Previous tenant left unpaid bills

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  • Previous tenant left unpaid bills

    My previous tenant left my flat last month without paying any of his utilty bills during his entire stay. I have a feeling he didnt even call the utility co's to confirm he had moved into the flat as my new tenant has received a letter from a debt collection agency addressed to me (I know I did call them to give the previous tenants name when he moved in however).

    I still haven't authorised the return of his deposit with the DPS. My question is, should I settle these debts myself and claim back from the DPS. I have concerns that the claim might get disputed however. What are the pitfalls of paying / not paying them myself?

    There is of course a chance that other debts might come out of the woodwork over the coming months. How long can I hold on to the deposit on this basis?

  • #2
    Never leave it to the tenant to confirm that they have moved in! You as LL must ring each utility and the Counci Tax and advise them of the meter reading the day your tenant takes over.

    Ring them all now, give them the details of your tenant and they may ask for a copy of the tenancy agreement as proof of the dates the tenant was responsible for the bills.

    As you have a new tenant, you should have done a check out reading for the old one, and a check-in reading for the new one - as you didn't hence the reason the new tenant has got the debt bill.

    Do not settle the debts yourself - provided the utilities/Counci tax accept the details your provide for the ex-tenant, they have large debt collection services who will trace them.

    Being a lazy landlord and not doing the readings before and after tenant has brought this on you - do it yourself, never trust a tenant to do it for you! I even write the "move-in" and "move-out" readings on my inventory and get the tenant to sign to accept them, so we are both in agreement at the start and end of the tenancy.

    Comment


    • #3
      LesleyAnne

      I have all meter readings for all moving in/out dates and have provided these to the utility companies. so thats not the problem. I did call the utility co's to inform them but I still got the letter in my name.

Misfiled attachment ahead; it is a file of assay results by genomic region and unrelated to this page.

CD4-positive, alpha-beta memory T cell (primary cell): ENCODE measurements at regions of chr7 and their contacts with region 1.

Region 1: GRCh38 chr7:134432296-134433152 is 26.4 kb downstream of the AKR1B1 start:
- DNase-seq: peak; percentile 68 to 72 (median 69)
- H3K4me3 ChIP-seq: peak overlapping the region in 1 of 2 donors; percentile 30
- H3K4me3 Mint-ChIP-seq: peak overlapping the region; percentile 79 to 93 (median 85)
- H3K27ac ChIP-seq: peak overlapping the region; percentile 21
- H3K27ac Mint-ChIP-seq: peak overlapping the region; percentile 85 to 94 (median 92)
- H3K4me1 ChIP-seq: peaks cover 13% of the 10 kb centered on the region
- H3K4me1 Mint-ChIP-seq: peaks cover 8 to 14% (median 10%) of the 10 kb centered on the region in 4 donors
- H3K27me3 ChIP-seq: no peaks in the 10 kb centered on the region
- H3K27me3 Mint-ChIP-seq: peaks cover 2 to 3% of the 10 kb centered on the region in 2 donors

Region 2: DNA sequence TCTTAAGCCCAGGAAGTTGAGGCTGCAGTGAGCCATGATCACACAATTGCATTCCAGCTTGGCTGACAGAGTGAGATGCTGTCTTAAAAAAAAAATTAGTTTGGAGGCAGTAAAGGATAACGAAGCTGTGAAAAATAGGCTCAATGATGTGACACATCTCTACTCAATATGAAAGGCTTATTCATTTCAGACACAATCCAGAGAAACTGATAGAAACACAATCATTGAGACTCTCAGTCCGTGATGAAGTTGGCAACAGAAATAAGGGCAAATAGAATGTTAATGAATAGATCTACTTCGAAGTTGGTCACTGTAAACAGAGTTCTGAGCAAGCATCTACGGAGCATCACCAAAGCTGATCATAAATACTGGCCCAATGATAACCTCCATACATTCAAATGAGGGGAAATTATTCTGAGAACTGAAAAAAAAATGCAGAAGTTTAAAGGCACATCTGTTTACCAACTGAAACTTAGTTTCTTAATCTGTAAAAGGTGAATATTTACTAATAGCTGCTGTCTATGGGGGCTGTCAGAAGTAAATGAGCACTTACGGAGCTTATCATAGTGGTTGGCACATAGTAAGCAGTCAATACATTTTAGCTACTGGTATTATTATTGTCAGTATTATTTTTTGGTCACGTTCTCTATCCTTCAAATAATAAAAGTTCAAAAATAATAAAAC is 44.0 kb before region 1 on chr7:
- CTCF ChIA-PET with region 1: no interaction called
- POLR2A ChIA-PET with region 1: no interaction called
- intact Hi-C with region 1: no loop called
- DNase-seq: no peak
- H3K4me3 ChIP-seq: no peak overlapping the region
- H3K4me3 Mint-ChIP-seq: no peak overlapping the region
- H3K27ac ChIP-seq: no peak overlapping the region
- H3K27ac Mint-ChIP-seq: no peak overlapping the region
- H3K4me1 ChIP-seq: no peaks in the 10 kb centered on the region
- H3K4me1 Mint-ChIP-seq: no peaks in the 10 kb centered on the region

Comment


      • #4
        Contact the debt collection service and send them the same information. The debt services will chase anyone connected with the property to recover the debt owed, so unless you prove otherwise, they will contact you. Just tell them the tenants details and confirm everything in writing.

        Make sure you also put the new tenants name on the accounts from the date they moved in.

        Comment


        • #5
          Do you have the tenants forwarding address?

          If so, I would return the deposit and provide the utility companies with the address,
          If not, I would have a look at the tenancy agreement, and see what it says in regards to paying the bills. If it says they must be paid, I would tell the tewnant that this is where the money is going.
          Allow tenants to protect their own deposits. I want free money when they do it wrong

          Comment


          • #6
            Originally posted by thesaint View Post
            If it says they must be paid, I would tell the tewnant that this is where the money is going.
            Landlord has no business interfering in the relation between ex-tenant and utilities companies.

            Comment


            • #7
              Originally posted by jjlandlord View Post
              Landlord has no business interfering in the relation between ex-tenant and utilities companies.
              I have said it before, and I will say it again.